Next day caponata doubles over on top of flatbread with goat/sheep’s milk feta. This would never fly traditionally but it tastes great when you are in a hurry and hungry. I always have a home made pizza dough in the fridge for emergency’s and this is a good example.



I roasted the bluefish. I started it on top of the stove by searing it and finished it in the oven. I ate the fish with pole beans along with a grape tomato, shallot rings and basil leaf salad from my little garden. Olive oil and lemon juice over all.



This bean has a beautiful flower. I’m not sure of their name but the beans grow to a slender 18-24 inches long. The name might be something like “Serpentina Rampicante”……….a long snake-like pole bean. I hope I get some beans because they have struggled for me. This flower reminds me of Sweet-Pea which reminds me I should really plant some next year. Thanks for looking at my blog. Eat like a peasant.

Bad Ass Mother……..


This is mother-of-vinegar. And this is homemade slow made apple cider vinegar. The apple juice is from last Autumn.



Cherries and Goats Milk Feta from the Greek market is the starting point of this flatbread. I wanted a Middle Eastern accent so I just picked the thyme as is and added some green coriander seeds. Then I remembered unsalted pistachio nuts in my freezer.


I received this bottle of extra virgin olive oil for Fathers Day from my son, Eoin. I like his exquisite good taste.


Pre-oven…….I had some Tallegio that needed to be used up.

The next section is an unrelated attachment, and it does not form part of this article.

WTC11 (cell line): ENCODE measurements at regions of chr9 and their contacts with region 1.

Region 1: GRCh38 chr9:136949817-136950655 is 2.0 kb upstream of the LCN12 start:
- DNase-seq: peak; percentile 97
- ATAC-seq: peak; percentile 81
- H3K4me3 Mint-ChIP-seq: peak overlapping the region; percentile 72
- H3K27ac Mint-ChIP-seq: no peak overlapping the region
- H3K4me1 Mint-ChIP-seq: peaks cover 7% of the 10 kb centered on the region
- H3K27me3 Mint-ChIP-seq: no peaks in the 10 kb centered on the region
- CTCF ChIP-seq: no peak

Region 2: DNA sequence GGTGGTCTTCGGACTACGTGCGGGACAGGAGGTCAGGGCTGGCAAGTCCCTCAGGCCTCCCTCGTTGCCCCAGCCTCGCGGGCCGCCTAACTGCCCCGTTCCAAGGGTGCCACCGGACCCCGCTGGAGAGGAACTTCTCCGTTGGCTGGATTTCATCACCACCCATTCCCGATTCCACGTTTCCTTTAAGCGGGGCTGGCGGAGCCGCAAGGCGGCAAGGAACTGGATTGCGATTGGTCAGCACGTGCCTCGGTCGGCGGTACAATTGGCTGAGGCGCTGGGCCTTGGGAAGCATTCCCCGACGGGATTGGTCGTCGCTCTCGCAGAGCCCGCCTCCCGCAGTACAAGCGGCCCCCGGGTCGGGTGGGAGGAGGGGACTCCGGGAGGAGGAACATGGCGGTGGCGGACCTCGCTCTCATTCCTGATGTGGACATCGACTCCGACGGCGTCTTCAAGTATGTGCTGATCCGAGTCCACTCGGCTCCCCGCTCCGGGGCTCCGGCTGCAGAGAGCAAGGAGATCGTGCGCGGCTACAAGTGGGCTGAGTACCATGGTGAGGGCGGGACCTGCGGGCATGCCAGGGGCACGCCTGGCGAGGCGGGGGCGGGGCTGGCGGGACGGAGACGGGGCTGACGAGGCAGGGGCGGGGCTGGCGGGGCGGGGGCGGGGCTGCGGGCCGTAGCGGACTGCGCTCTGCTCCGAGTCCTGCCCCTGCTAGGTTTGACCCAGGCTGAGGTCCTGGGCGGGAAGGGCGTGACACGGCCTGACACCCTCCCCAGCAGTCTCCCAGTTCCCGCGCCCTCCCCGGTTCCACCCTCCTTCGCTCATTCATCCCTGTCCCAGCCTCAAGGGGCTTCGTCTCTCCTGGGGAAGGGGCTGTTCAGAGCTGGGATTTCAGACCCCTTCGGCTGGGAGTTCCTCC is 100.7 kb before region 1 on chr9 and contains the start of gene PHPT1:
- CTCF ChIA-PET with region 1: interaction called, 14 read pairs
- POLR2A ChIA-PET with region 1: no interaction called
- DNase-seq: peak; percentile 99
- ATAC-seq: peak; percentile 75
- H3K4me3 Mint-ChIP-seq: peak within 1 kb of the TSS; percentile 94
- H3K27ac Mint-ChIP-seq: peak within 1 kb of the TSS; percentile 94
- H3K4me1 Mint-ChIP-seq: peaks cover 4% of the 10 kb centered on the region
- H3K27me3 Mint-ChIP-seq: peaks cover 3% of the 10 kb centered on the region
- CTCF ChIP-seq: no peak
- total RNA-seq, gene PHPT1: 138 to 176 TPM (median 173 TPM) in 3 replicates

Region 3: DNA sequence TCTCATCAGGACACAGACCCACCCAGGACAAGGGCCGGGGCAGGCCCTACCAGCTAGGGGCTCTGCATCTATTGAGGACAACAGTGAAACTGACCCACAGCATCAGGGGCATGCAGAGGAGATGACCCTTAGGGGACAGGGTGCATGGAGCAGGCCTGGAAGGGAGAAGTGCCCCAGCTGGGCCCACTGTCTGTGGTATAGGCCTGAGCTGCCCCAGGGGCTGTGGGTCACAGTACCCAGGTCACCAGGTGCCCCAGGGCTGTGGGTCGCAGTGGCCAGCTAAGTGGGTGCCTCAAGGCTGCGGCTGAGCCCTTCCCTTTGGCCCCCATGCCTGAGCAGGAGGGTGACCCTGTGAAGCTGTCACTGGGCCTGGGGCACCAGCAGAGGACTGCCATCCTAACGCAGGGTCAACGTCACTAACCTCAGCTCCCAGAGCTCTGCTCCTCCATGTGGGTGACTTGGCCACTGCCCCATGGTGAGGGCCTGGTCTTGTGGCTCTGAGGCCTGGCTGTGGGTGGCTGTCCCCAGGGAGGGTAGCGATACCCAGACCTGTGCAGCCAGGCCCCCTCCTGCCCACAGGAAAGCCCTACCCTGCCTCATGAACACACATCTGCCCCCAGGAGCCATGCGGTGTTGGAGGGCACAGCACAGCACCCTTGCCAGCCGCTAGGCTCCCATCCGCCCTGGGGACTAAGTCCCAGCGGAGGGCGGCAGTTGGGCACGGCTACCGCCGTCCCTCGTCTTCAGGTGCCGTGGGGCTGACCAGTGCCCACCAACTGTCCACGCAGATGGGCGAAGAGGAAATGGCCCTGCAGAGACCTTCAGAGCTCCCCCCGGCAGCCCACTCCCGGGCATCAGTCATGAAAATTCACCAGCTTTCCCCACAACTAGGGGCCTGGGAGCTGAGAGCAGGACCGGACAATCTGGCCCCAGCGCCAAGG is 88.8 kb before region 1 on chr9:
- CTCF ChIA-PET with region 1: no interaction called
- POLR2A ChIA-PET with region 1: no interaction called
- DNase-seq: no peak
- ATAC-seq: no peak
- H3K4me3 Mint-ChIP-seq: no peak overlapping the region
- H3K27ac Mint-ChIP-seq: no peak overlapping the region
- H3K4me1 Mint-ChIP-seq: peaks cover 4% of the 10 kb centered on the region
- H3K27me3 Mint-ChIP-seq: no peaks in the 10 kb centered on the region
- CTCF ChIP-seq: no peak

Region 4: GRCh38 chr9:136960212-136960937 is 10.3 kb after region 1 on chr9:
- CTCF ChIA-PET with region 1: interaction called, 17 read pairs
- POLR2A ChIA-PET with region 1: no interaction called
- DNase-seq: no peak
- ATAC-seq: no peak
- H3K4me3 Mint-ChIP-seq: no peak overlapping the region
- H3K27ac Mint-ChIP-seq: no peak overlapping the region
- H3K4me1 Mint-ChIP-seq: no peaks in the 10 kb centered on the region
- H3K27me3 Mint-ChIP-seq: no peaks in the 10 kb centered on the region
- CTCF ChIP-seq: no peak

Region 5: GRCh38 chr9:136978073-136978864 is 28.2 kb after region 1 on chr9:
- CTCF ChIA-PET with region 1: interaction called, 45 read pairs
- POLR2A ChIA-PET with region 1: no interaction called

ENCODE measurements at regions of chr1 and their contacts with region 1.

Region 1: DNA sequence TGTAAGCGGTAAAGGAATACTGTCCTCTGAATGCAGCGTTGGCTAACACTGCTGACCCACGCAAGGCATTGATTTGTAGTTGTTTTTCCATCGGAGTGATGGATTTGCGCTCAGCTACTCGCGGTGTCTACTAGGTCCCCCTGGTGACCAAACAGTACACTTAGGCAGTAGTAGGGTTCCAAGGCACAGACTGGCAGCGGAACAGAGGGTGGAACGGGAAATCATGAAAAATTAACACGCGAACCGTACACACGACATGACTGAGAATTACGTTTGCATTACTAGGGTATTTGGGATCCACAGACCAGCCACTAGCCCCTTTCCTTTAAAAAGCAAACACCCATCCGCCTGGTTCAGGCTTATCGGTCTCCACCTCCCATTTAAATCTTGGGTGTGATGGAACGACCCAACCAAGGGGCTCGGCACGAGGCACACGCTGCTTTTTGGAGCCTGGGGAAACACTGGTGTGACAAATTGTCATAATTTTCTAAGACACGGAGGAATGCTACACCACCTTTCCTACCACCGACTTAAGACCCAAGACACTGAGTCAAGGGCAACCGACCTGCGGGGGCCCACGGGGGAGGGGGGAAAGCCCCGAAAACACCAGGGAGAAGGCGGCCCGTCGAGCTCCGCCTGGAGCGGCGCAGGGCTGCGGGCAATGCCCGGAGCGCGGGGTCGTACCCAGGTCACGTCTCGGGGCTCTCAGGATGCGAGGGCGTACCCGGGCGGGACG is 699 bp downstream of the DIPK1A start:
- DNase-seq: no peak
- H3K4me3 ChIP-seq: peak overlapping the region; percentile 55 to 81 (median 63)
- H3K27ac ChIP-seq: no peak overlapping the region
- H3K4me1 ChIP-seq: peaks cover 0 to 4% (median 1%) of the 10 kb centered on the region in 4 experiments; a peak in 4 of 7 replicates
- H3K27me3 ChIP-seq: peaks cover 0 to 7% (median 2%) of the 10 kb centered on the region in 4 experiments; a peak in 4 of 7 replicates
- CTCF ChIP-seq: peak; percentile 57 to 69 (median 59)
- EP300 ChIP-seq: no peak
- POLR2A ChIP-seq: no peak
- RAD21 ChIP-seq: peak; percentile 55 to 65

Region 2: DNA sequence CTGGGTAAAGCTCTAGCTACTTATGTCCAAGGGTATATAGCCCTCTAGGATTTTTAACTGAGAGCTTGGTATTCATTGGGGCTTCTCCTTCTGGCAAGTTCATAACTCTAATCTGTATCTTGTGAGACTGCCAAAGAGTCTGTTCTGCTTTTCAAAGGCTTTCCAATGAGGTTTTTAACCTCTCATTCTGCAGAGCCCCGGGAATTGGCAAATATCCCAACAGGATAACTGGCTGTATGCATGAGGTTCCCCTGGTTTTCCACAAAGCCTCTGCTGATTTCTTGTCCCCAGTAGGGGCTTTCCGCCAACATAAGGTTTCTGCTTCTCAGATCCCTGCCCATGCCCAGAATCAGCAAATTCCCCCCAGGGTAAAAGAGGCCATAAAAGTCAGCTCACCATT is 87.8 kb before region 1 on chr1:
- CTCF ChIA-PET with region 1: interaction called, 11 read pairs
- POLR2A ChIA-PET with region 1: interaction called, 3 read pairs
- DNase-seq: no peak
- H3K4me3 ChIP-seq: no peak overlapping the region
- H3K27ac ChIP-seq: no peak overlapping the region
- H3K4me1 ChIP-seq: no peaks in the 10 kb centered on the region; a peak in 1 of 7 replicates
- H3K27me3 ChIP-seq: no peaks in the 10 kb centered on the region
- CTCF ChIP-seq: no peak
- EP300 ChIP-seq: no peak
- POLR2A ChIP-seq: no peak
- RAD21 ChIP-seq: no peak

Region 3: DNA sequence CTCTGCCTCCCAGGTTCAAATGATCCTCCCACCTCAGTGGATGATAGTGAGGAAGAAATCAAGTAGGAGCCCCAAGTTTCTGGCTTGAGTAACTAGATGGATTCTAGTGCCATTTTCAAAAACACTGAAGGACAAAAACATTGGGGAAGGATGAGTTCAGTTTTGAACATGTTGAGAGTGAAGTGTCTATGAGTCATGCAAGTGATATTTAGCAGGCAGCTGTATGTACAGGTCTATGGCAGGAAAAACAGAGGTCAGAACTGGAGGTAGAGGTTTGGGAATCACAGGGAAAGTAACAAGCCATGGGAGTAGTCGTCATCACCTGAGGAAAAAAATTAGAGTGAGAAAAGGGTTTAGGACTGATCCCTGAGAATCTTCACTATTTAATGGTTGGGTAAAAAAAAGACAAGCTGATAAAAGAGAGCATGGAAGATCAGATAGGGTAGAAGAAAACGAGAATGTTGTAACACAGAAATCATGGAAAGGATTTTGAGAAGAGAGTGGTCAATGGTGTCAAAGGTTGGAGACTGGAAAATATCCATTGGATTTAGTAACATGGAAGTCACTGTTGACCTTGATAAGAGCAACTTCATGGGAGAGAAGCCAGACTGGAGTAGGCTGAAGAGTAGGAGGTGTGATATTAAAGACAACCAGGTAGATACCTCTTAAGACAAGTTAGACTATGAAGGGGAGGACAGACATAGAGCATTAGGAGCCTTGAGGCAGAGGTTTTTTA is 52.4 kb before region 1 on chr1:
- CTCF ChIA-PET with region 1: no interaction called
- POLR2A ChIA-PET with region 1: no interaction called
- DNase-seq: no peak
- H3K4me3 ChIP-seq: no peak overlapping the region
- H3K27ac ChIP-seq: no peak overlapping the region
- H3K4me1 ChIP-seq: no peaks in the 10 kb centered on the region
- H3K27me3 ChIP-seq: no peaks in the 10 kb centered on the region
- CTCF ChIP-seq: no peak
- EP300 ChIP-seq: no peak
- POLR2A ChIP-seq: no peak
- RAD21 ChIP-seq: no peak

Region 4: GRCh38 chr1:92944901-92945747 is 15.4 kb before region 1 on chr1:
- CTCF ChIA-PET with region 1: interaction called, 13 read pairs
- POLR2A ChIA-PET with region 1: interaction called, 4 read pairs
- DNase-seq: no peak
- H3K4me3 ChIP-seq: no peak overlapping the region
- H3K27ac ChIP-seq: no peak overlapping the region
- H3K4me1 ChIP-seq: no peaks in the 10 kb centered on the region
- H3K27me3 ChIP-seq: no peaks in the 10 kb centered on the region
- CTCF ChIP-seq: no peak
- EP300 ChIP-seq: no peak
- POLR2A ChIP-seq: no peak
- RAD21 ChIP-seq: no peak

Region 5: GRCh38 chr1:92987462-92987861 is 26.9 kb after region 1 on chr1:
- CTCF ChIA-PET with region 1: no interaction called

I pressed cumin seed into the stretched out dough where it would meet the baking stone. The cumin toasted and roasted and added a layer of mystery. And teased me. So much potential for this little plate. Spiced game bird of some kind like quail or squab. Perhaps trade in the cherries for another in season stone fruit. I like plums. Or nectarines. And work on the spice a little too. You get the idea. Eat like a peasant. Thanks for reading.


Of Kneecaps and Niqabs


I’m still in my Middle Eastern groove………..and yes, I fell in love with her eyes. Hence, the niqab reference. Ever since, I’ve been a sucker for a good hummus and sesame cracker. And because it is almost impossible to find these items at an acceptable level of quality I make these at home.
Hummus is a Middle Eastern classic. And mine is not so spun that it is smooth, aerated or fluffy. It is denser. I use dried chick peas, olive oil, tahini, lemon and sea salt. The only other additions are freshly ground toasted cumin seed and roasted garlic.
The sesame crackers earn the right to be called sesame crackers with the addition of dark sesame oil and toasted unhulled sesame seeds. Must be unhulled.


And this is Monkfish once again. This is monkfish on the bone. Restaurant menus might describe it as ‘saddle of monkfish’. If you look closely, you can see the bone protruding. And on either side of the bone are the monkfish loins. Interestingly, it looks reminiscent of veal shanks for Osso Bucco. Even more interesting is that it can be prepared somewhat in the same manner. You just won’t cook the fish quite as long as a dead cow’s rear leg.
All I want to do is make a spicy seafood stew.


I marinated the monkfish in yoghurt with garlic, ginger and Saudi Arabian Kabsa spice blend.
I roasted carrots and turnips together and later added garlic, ginger and Kabsa seasoning, chick peas, capers and honey. I hydrated this mix with the chick pea cooking water and tossed in a bay leave. I seared the marinated monkfish, added the seared fish to the chick pea vegetable braise and finished it in the oven. Then poured olive oil all over the dish to finish it. You’ll be on your knees before you know it. Eat like a peasant.